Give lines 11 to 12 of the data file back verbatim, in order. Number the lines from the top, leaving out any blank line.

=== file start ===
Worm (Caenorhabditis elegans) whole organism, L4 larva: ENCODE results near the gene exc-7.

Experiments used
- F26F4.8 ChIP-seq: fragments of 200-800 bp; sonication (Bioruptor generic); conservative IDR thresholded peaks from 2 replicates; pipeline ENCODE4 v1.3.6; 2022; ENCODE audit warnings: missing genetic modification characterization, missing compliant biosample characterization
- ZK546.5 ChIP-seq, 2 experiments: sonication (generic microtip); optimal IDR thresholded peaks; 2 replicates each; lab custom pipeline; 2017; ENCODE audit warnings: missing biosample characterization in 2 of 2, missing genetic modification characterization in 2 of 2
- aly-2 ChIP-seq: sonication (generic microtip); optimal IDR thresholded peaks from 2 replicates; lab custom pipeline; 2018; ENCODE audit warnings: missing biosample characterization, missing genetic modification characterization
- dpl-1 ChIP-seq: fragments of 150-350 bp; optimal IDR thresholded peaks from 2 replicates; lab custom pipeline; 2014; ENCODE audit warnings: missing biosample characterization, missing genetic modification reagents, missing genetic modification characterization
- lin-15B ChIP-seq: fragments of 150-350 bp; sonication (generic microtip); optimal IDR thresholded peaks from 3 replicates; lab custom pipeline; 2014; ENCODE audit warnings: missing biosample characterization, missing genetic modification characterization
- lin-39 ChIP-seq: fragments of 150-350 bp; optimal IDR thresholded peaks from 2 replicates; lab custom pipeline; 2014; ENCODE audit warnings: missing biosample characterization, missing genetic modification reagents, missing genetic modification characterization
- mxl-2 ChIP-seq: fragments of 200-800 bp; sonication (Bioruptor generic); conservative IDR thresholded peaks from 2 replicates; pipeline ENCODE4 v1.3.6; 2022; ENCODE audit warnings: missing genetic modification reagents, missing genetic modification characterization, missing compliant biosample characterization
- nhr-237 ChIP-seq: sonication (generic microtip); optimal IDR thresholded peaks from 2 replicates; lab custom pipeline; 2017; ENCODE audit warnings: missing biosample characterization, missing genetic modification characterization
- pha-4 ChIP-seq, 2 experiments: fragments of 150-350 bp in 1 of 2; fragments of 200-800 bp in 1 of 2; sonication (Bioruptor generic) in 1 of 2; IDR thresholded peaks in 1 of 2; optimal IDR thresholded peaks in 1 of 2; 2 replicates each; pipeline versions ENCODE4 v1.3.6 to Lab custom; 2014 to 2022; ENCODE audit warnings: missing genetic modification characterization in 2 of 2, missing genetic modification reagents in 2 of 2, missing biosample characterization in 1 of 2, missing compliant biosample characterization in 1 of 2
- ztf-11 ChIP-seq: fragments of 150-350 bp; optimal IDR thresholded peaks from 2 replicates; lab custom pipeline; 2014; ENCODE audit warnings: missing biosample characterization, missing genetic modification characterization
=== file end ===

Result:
- pha-4 ChIP-seq, 2 experiments: fragments of 150-350 bp in 1 of 2; fragments of 200-800 bp in 1 of 2; sonication (Bioruptor generic) in 1 of 2; IDR thresholded peaks in 1 of 2; optimal IDR thresholded peaks in 1 of 2; 2 replicates each; pipeline versions ENCODE4 v1.3.6 to Lab custom; 2014 to 2022; ENCODE audit warnings: missing genetic modification characterization in 2 of 2, missing genetic modification reagents in 2 of 2, missing biosample characterization in 1 of 2, missing compliant biosample characterization in 1 of 2
- ztf-11 ChIP-seq: fragments of 150-350 bp; optimal IDR thresholded peaks from 2 replicates; lab custom pipeline; 2014; ENCODE audit warnings: missing biosample characterization, missing genetic modification characterization